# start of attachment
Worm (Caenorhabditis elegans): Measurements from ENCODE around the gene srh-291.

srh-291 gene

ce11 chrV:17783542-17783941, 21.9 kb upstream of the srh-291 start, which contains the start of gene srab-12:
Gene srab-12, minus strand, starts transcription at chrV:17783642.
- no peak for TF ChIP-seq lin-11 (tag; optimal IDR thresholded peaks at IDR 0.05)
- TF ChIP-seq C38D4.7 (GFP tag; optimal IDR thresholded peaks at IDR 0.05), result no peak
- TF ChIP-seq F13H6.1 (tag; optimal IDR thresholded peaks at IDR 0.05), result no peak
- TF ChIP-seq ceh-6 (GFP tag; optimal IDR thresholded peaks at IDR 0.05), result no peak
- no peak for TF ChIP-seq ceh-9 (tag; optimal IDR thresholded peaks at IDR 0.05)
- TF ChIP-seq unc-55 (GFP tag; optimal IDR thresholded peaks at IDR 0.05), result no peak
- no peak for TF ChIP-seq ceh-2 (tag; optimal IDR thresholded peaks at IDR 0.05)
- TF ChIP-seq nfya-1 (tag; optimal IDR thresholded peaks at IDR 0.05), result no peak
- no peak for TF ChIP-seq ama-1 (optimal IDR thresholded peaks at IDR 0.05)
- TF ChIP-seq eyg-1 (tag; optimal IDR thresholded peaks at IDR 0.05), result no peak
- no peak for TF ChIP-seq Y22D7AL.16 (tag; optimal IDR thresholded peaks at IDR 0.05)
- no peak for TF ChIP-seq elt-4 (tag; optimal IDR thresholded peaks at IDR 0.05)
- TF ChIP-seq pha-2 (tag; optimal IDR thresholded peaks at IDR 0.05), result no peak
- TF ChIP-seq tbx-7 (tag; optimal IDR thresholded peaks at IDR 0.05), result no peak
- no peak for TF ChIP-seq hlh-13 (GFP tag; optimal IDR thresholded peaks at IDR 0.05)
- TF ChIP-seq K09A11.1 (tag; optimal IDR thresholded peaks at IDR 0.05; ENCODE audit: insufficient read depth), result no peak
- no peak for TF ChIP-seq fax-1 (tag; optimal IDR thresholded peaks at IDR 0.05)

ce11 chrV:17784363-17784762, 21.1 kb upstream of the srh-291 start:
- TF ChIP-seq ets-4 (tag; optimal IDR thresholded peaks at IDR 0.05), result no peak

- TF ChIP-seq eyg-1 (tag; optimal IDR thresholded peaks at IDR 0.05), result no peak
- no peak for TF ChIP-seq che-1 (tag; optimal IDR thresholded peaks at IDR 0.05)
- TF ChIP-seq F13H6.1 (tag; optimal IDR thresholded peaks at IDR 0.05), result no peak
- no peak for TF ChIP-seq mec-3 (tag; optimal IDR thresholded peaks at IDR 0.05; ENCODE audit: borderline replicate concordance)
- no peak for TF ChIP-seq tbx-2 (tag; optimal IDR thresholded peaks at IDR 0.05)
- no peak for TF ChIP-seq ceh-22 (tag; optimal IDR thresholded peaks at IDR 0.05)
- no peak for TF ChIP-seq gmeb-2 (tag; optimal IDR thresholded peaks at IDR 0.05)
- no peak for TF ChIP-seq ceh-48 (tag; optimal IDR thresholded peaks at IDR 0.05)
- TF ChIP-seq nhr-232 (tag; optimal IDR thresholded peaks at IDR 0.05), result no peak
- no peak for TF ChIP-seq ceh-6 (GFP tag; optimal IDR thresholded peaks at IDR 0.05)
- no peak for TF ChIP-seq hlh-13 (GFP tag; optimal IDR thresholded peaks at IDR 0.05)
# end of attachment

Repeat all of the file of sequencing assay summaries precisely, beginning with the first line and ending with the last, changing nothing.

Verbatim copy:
Worm (Caenorhabditis elegans): Measurements from ENCODE around the gene srh-291.

srh-291 gene

ce11 chrV:17783542-17783941, 21.9 kb upstream of the srh-291 start, which contains the start of gene srab-12:
Gene srab-12, minus strand, starts transcription at chrV:17783642.
- no peak for TF ChIP-seq lin-11 (tag; optimal IDR thresholded peaks at IDR 0.05)
- TF ChIP-seq C38D4.7 (GFP tag; optimal IDR thresholded peaks at IDR 0.05), result no peak
- TF ChIP-seq F13H6.1 (tag; optimal IDR thresholded peaks at IDR 0.05), result no peak
- TF ChIP-seq ceh-6 (GFP tag; optimal IDR thresholded peaks at IDR 0.05), result no peak
- no peak for TF ChIP-seq ceh-9 (tag; optimal IDR thresholded peaks at IDR 0.05)
- TF ChIP-seq unc-55 (GFP tag; optimal IDR thresholded peaks at IDR 0.05), result no peak
- no peak for TF ChIP-seq ceh-2 (tag; optimal IDR thresholded peaks at IDR 0.05)
- TF ChIP-seq nfya-1 (tag; optimal IDR thresholded peaks at IDR 0.05), result no peak
- no peak for TF ChIP-seq ama-1 (optimal IDR thresholded peaks at IDR 0.05)
- TF ChIP-seq eyg-1 (tag; optimal IDR thresholded peaks at IDR 0.05), result no peak
- no peak for TF ChIP-seq Y22D7AL.16 (tag; optimal IDR thresholded peaks at IDR 0.05)
- no peak for TF ChIP-seq elt-4 (tag; optimal IDR thresholded peaks at IDR 0.05)
- TF ChIP-seq pha-2 (tag; optimal IDR thresholded peaks at IDR 0.05), result no peak
- TF ChIP-seq tbx-7 (tag; optimal IDR thresholded peaks at IDR 0.05), result no peak
- no peak for TF ChIP-seq hlh-13 (GFP tag; optimal IDR thresholded peaks at IDR 0.05)
- TF ChIP-seq K09A11.1 (tag; optimal IDR thresholded peaks at IDR 0.05; ENCODE audit: insufficient read depth), result no peak
- no peak for TF ChIP-seq fax-1 (tag; optimal IDR thresholded peaks at IDR 0.05)

ce11 chrV:17784363-17784762, 21.1 kb upstream of the srh-291 start:
- TF ChIP-seq ets-4 (tag; optimal IDR thresholded peaks at IDR 0.05), result no peak

- TF ChIP-seq eyg-1 (tag; optimal IDR thresholded peaks at IDR 0.05), result no peak
- no peak for TF ChIP-seq che-1 (tag; optimal IDR thresholded peaks at IDR 0.05)
- TF ChIP-seq F13H6.1 (tag; optimal IDR thresholded peaks at IDR 0.05), result no peak
- no peak for TF ChIP-seq mec-3 (tag; optimal IDR thresholded peaks at IDR 0.05; ENCODE audit: borderline replicate concordance)
- no peak for TF ChIP-seq tbx-2 (tag; optimal IDR thresholded peaks at IDR 0.05)
- no peak for TF ChIP-seq ceh-22 (tag; optimal IDR thresholded peaks at IDR 0.05)
- no peak for TF ChIP-seq gmeb-2 (tag; optimal IDR thresholded peaks at IDR 0.05)
- no peak for TF ChIP-seq ceh-48 (tag; optimal IDR thresholded peaks at IDR 0.05)
- TF ChIP-seq nhr-232 (tag; optimal IDR thresholded peaks at IDR 0.05), result no peak
- no peak for TF ChIP-seq ceh-6 (GFP tag; optimal IDR thresholded peaks at IDR 0.05)
- no peak for TF ChIP-seq hlh-13 (GFP tag; optimal IDR thresholded peaks at IDR 0.05)